Who first seduc'd them to that fowl revolt?

Th' infernal Serpent; he it was, whose guile

Stird up with Envy and Revenge, deceiv'd

The Mother of Mankinde, what time his Pride

Had cast him out from Heav'n, with all his Host

Of Rebel Angels, by whose aid aspiring

To set himself in Glory above his Peers,

He trusted to have equal'd the most High,

If he oppos'd; and with ambitious aim

Against the Throne and Monarchy of God

Rais'd impious War in Heav'n and Battel proud

With vain attempt. Him the Almighty Power

Hurld headlong flaming from th' Ethereal Skie

With hideous ruine and combustion down

To bottomless perdition, there to dwell

In Adamantine Chains and penal Fire,

Who durst defie th' Omnipotent to Arms.

Nine times the Space that measures Day and Night

To mortal men, he with his horrid crew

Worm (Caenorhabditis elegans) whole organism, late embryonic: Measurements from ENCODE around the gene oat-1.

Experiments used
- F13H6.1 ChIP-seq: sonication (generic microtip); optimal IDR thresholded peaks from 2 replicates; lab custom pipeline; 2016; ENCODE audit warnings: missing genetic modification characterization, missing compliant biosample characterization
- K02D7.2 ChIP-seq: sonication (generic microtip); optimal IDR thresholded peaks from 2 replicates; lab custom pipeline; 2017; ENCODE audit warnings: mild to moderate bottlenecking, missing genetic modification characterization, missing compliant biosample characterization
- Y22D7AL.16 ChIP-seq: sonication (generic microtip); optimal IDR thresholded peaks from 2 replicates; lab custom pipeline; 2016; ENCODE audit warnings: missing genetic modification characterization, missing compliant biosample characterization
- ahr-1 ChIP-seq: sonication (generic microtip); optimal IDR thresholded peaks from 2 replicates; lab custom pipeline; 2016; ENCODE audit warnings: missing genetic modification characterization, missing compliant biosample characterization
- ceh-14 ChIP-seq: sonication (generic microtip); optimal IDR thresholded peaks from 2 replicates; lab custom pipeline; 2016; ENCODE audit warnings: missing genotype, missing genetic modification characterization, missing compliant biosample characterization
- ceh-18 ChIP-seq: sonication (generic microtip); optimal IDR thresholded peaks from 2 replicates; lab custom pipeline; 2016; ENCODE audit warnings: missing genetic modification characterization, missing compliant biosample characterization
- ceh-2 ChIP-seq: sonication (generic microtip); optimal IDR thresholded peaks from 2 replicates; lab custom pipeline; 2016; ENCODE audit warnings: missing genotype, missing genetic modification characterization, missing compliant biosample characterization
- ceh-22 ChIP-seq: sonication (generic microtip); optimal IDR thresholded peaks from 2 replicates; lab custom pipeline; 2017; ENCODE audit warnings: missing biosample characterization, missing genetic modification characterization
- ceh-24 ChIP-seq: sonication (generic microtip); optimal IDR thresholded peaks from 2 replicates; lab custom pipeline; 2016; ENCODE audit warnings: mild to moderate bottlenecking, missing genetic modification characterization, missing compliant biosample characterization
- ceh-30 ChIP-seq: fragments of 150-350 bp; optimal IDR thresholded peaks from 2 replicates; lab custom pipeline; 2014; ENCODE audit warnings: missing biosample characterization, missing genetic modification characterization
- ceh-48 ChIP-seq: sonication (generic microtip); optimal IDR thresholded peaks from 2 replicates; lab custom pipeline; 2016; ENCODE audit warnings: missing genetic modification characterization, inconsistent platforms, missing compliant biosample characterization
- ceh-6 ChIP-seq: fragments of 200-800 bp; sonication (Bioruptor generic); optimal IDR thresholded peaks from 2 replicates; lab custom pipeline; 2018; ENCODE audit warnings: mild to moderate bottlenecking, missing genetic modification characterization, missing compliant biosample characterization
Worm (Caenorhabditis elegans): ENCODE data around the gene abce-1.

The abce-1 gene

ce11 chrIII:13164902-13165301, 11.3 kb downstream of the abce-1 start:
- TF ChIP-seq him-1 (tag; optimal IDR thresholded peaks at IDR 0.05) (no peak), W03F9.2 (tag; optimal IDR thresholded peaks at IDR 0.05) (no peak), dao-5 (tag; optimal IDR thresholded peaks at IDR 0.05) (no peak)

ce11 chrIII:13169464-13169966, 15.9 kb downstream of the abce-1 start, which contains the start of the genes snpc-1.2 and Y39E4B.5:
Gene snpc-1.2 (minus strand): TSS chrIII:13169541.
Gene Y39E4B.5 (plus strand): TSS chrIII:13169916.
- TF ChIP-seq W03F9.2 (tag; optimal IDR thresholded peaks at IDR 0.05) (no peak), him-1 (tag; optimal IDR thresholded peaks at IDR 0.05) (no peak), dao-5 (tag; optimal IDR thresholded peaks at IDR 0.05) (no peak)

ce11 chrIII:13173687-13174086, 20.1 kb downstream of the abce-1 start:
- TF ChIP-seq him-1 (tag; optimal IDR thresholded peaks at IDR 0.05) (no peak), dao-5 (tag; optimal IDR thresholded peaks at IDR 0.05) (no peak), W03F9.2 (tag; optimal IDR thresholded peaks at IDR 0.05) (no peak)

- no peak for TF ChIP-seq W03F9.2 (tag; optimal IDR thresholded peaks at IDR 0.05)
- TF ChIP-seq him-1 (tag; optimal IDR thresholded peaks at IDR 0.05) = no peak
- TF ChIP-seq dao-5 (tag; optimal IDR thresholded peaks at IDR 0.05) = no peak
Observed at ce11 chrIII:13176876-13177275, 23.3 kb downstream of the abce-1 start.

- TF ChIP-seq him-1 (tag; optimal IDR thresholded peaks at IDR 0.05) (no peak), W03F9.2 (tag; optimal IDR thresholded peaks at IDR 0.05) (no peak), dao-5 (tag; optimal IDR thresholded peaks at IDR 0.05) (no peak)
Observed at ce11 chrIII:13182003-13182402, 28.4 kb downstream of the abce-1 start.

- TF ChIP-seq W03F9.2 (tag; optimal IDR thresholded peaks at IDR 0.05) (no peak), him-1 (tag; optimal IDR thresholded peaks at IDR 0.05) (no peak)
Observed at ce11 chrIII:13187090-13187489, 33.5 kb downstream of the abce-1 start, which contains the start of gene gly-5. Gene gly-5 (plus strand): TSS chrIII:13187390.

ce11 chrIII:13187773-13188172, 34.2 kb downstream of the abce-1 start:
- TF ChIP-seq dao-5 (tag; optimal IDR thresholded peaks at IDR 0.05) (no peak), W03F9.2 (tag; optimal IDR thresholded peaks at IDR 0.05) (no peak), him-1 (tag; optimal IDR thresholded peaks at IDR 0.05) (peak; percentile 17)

Lay vanquisht, rowling in the fiery Gulfe

Confounded though immortal: But his doom

Reserv'd him to more wrath; for now the thought

Both of lost happiness and lasting pain

Torments him; round he throws his baleful eyes

That witness'd huge affliction and dismay

Mixt with obdurate pride and stedfast hate:

At once as far as Angels kenn he views

The dismal Situation waste and wilde,

A Dungeon horrible, on all sides round

As one great Furnace flam'd, yet from those flames

No light, but rather darkness visible

Serv'd only to discover sights of woe,

Regions of sorrow, doleful shades, where peace

And rest can never dwell, hope never comes

That comes to all; but torture without end

Still urges, and a fiery Deluge, fed